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Federal judge to hear arguments today in Texas marriage equality case

LGBT Legal Cases Marriage equality Marriage Equality Trials

Texas state sealToday’s the big day in San Antonio for two same-sex couples who will present oral arguments before a federal judge as to why the state’s marriage equality ban is unconstitutional.  The AP reports:

U.S. District Judge Orlando Garcia is expected to decide whether to temporarily block the law, approved by voters in 2005, until a trial can be held in the couples’ case. Similar lawsuits have been filed in 22 other states, but the Texas lawsuit is the first of its kind in the region covered by the southern and deeply conservative 5th U.S. Circuit Court of Appeals, where the case will likely end up.

Texas Attorney General Greg Abbott, a Republican running for governor, opposes legalizing gay marriage and has vowed to defend the law, a state constitutional amendment that defines marriage as between one man and one woman. But civil rights groups that recently won injunctions against similar bans in Utah and Oklahoma relied on the same argument being cited in the Texas case: Banning gay marriage violates the equal protection clause of the 14th Amendment.

Today’s hearing is a combination of two cases, one filed by Mark Phariss and Victor Holmes arguing Texas’s equal marriage ban violates their equal protection rights and another by Cleopatra De Leon and Nicole Dimetman, who sought to have their marriage license from Massachusetts recognized by the state.  Judge Garcia, a Clinton appointee, could issue a ruling from the bench today but is likely to hold off and issue a written decision at a later date.

Unlike in other states like Virginia and, most recently, Nevada, where the state attorneys general have chosen not to defend marriage equality bans for various reasons, Abbott is adamant that he will defend Texas’s prohibition.  “The attorney general’s office will defend the Texas Constitution in this case just as we do in all cases where state laws are challenged in court,” Abbott’s spokeswoman Lauren Bean told the AP. “The U.S. Supreme Court was clear that states have independent authority to establish their marriage laws.”

We’ll have coverage of the arguments after they are finished.

For more information on De Leon v. Perry from The Civil Rights Litigation Clearinghouse, click here.


  • 1. Guest  |  February 12, 2014 at 9:32 am

    New Developments in Ky:
    Kentucky ban on gay marriages from other states struck down by federal judge <a href="″ target=”_blank”>…” target=”_blank”>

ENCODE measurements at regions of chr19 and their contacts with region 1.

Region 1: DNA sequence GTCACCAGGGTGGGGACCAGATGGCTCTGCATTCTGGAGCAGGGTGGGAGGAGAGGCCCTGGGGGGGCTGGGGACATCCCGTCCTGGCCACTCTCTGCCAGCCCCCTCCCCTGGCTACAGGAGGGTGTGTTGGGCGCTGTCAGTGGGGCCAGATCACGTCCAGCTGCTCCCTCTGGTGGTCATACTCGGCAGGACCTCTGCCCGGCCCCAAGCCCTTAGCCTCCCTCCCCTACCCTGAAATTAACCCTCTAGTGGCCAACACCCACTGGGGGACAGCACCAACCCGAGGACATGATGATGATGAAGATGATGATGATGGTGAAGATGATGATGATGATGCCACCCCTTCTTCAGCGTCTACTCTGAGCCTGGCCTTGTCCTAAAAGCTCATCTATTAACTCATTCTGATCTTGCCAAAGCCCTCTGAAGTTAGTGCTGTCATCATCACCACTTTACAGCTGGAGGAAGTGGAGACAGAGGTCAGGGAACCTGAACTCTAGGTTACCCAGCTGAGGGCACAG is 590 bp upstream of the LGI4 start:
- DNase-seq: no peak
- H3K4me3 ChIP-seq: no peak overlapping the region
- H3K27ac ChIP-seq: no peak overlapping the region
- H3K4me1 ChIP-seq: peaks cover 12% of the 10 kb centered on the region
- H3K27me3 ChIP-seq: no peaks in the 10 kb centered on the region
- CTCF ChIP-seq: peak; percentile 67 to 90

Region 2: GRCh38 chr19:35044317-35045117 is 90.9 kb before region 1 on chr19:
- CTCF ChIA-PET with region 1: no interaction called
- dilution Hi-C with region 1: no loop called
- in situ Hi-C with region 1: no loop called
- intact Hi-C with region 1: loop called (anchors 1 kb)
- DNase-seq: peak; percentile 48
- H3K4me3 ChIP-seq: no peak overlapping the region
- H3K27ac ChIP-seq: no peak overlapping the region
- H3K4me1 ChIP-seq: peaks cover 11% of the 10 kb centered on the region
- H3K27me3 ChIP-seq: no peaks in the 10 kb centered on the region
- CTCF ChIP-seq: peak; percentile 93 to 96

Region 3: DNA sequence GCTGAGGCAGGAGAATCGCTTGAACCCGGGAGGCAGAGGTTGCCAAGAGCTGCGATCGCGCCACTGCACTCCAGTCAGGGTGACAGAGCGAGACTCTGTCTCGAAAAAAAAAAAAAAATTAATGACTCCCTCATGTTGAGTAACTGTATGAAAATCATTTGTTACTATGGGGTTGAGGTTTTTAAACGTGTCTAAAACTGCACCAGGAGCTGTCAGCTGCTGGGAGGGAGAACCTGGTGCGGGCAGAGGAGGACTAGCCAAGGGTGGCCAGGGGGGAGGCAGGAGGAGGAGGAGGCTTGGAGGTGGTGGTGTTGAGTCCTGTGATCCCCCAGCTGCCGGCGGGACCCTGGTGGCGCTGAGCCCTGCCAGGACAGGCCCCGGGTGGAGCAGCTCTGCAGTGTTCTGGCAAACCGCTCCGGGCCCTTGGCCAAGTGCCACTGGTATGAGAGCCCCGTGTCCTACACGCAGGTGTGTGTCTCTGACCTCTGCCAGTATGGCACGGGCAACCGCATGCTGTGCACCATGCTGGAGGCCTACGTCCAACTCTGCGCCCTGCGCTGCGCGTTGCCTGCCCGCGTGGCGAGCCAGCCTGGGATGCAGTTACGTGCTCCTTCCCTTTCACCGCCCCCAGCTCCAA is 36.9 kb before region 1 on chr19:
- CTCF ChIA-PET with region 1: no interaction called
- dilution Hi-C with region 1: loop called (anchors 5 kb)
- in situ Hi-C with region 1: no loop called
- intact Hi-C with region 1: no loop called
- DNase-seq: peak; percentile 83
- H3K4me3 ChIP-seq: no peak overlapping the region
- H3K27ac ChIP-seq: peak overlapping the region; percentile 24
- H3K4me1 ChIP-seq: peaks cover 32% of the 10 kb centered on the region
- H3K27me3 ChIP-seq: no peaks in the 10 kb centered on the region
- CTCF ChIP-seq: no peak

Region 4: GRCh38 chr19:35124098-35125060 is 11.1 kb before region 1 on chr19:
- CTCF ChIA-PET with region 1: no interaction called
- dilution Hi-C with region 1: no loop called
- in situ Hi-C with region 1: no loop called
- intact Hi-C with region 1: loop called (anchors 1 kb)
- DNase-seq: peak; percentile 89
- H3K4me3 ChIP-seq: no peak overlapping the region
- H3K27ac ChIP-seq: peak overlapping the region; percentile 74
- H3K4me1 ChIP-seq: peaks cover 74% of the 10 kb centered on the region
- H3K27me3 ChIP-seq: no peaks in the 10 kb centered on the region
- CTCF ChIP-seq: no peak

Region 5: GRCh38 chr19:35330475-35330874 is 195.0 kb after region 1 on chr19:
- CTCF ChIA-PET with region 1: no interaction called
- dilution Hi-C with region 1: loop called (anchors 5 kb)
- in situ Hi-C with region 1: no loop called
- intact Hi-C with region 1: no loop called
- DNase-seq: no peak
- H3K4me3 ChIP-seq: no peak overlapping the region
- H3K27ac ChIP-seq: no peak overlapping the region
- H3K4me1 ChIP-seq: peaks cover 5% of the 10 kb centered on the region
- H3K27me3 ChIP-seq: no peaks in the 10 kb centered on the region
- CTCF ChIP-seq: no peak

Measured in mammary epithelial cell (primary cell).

• 2. ragefirewolf  |  February 12, 2014 at 9:45 am

    I was just going to post that. Here's another link:

  • 3. grod  |  February 12, 2014 at 7:44 pm

    I thought the judge was setting the stage for marriage equality within the state. You might recall the observation of OK's Judge T. Kean to the Bartons [twice married out-of -state couple]: A challenge to Part B [recognition of out of state]could successfully be made by asserting the same arguments that had just been used by the Bishop couple to defeat Part A [the 'in-state' marriage Amendment] – In this instance, the argument's successfully used by out-of-staters could be used to achieve in-state valid marriage .

  • 4. Rik  |  February 12, 2014 at 9:45 am

    usable link:

  • 5. jpmassar  |  February 12, 2014 at 9:52 am

    A federal judge Wednesday struck down Kentucky’s ban on recognizing valid same-sex marriages performed in other states, saying it violates the U.S. Constitution’s guarantee of equal protection under the law.

    U.S. District Judge John G. Heyburn II joined nine other federal and state courts in invalidating such bans.

    Ruling in a suit brought by four gay and lesbian couples, Heyburn said that while “religious beliefs … are vital to the fabric of society … assigning a religious or traditional rationale for a law does not make it constitutional when that law discriminates against a class of people without other reasons.”

    Heyburn said “it is clear that Kentucky’s laws treat gay and lesbian persons differently in a way that demeans them.”

  • 6. jpmassar  |  February 12, 2014 at 9:56 am

    Heyburn also said “no one has offered any evidence that recognizing same-sex marriages will harm opposite-sex marriages.”

  • 7. JimT  |  February 12, 2014 at 10:19 am

    Judge Heyburn was nominated by President George H. W. Bush Sr and appointed to the bench in 1992. The extreme right probably are feeling a sharp sting from "one of their own" overturning part of the ban.

  • 8. Zack12  |  February 12, 2014 at 12:20 pm

    The thing is Judge Shelby might be an Obama nominee but due to blocking of the judicial nominations Republicans have been doing, he was one both Orrin Hatch and Mike Lee wanted on the bench.
    They won't accept the fact there are some judges on their side that will actually look at facts and the U.S. Constitution and not just pull stuff out of thin air to justify a bigoted ruling.

  • 9. Mackenzie  |  February 12, 2014 at 10:44 am

    Also, am I seeing that Louisiana has couples who filed suit today?

  • 10. grod  |  February 12, 2014 at 7:46 pm

    I read there are 50 equality cases before the courts.

  • 11. Ramon  |  February 12, 2014 at 4:40 pm

    My partner and I are eagerly awaiting outcomes in Texas that will hopefully be in our favor. Most of our family is here and it is unfair to us and them if we are forced to travel to another state to get married. We are grateful to see all this happening and did not think we would see this in our lifetime. Thank you US Constitution and thank you Lady Justice!

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